This isn’t about extrovert-bashing, I love my extroverted friends and colleagues. A mix, I personally find, is the best in life and teams. Extroverts are great at things I am not, and vice versa. I find my extroverts pull me forwards, motivate and excite me, when I am being perhaps too cautious, and yet I am their voice of reflection and contemplation to save a leap without enough consideration. The mix works, it’s how successful ecosystems thrive.
It’s just that we’re in the minority as ‘quiet leaders’- leadership is seen to be ‘done’ in different ways to how we are comfortable and that stimulate our energy. Because of that, because our strengths are so different, we tend to see our qualities as issues, to fix, to get over. And often we exhaust and overwhelm ourselves trying to ‘be more extrovert’, perhaps ultimately burning out.
But what if these very issues were our greatest strengths as leaders and embracing them means we can become the best, thriving leaders we can be? Yes different, but maybe our most senior leaders, and importantly we ourselves, have placed an glass ceiling of ‘this is how it’s done’, rather than thinking more innovatively about how else leadership could be excellent.
Because if we lead and work according to our natures, we have more energy, we’re much more effective, we flow, and we inspire others. So here’s my thinking on seven things that make us such great leaders….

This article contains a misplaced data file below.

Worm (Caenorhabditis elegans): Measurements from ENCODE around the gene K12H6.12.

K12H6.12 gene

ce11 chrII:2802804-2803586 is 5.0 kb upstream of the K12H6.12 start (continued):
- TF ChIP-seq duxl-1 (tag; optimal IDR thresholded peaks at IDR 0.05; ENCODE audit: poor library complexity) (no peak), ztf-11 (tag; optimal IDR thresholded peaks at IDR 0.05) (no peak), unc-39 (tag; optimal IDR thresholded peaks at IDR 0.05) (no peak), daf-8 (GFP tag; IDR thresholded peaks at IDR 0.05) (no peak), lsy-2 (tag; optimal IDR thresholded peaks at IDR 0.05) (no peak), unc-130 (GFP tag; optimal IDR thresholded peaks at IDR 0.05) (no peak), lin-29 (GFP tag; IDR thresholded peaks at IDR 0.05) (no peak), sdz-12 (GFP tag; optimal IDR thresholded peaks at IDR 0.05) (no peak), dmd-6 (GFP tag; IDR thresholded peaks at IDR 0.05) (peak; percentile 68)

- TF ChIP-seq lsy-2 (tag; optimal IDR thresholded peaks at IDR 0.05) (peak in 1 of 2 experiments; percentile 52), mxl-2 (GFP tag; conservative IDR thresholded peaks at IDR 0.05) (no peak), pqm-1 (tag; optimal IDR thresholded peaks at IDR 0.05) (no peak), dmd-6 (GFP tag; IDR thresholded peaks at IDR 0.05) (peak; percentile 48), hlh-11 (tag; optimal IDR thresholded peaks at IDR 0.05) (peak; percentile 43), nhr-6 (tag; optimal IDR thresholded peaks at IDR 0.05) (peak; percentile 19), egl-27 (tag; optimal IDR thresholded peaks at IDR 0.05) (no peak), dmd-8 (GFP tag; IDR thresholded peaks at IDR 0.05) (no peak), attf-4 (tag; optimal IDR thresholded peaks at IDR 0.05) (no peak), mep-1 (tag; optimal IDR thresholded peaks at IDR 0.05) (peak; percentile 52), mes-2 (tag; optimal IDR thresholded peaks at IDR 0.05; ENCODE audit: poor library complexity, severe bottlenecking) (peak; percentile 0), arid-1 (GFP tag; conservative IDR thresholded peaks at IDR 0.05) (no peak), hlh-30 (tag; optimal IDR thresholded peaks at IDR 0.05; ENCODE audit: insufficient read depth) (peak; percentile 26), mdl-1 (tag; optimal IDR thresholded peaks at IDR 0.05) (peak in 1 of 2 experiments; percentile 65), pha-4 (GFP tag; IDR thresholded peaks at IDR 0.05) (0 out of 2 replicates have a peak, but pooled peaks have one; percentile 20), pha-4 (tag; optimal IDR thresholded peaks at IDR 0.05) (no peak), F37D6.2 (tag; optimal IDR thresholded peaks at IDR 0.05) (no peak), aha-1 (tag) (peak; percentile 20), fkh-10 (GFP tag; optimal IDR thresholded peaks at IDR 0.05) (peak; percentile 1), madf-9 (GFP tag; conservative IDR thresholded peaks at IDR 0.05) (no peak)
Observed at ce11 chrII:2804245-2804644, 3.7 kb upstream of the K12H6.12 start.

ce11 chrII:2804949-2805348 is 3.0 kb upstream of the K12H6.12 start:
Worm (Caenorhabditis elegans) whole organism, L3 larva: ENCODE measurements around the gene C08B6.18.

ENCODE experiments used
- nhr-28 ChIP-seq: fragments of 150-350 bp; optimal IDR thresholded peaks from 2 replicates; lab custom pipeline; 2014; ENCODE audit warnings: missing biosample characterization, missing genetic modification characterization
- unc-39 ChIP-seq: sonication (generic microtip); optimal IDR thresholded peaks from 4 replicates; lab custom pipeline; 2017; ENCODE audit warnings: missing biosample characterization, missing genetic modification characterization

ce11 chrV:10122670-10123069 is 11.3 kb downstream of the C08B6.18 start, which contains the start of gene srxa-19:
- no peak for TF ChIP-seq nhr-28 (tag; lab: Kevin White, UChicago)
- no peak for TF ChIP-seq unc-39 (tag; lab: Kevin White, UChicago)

1. Emotional Intelligence (EI)
Established as a far greater indicator of success in the workplace and in relationships than IQ by Dan Goleman, we have it naturally.
This is our ability to recognise and regulate our own emotions, as well as identifying other people’s, and to respond to them with empathy. We use these skills to communicate really well, and to build relationships that are both positive and productive.
For more sensitive leaders however, who haven’t learned to regulate our really strong emotions, we may have spent a lifetime ignoring and suppressing these skills, to prevent them overwhelming us. A good strategy at the time, but not one that serves us as a leader. But the good news is, we can re-find them, and learn to first tolerate and move in steps towards excelling in their use.
2. Connection with our team
OK so I am including empathy here as well as in EI, but forgive me, it’s important. It may be something that we need to support ourselves with so we don’t take on other people’s emotions without the ability to let them go, but my goodness what we can achieve;
Slower, deeper connections are based on trust, and that’s what we’re great at. We don’t make assumptions about things like poor performance – are goals clear, has communication broken down, is something else going on? We ask, we support, we help solve. Which leaves us with an engaged team, and better retention.
3. We think deeply and solve problems